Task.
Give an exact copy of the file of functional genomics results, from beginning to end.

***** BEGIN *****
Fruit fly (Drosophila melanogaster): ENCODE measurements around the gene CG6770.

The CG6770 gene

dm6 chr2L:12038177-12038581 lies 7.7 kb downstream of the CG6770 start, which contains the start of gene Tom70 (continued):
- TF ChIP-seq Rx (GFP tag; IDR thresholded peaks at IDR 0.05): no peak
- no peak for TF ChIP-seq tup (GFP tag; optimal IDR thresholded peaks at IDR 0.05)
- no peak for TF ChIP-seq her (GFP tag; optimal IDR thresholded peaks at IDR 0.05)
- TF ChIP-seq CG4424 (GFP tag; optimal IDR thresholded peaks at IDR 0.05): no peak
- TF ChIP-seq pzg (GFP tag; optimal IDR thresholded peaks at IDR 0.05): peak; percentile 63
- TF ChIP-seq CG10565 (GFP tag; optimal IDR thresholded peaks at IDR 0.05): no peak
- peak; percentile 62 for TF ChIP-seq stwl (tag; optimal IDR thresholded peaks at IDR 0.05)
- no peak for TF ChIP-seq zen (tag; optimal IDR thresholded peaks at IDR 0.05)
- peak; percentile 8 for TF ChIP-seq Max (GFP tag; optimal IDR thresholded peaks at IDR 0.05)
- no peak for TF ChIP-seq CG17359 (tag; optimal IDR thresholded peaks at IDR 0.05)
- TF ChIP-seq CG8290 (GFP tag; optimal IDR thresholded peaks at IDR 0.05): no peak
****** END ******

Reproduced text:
Fruit fly (Drosophila melanogaster): ENCODE measurements around the gene CG6770.

The CG6770 gene

dm6 chr2L:12038177-12038581 lies 7.7 kb downstream of the CG6770 start, which contains the start of gene Tom70 (continued):
- TF ChIP-seq Rx (GFP tag; IDR thresholded peaks at IDR 0.05): no peak
- no peak for TF ChIP-seq tup (GFP tag; optimal IDR thresholded peaks at IDR 0.05)
- no peak for TF ChIP-seq her (GFP tag; optimal IDR thresholded peaks at IDR 0.05)
- TF ChIP-seq CG4424 (GFP tag; optimal IDR thresholded peaks at IDR 0.05): no peak
- TF ChIP-seq pzg (GFP tag; optimal IDR thresholded peaks at IDR 0.05): peak; percentile 63
- TF ChIP-seq CG10565 (GFP tag; optimal IDR thresholded peaks at IDR 0.05): no peak
- peak; percentile 62 for TF ChIP-seq stwl (tag; optimal IDR thresholded peaks at IDR 0.05)
- no peak for TF ChIP-seq zen (tag; optimal IDR thresholded peaks at IDR 0.05)
- peak; percentile 8 for TF ChIP-seq Max (GFP tag; optimal IDR thresholded peaks at IDR 0.05)
- no peak for TF ChIP-seq CG17359 (tag; optimal IDR thresholded peaks at IDR 0.05)
- TF ChIP-seq CG8290 (GFP tag; optimal IDR thresholded peaks at IDR 0.05): no peak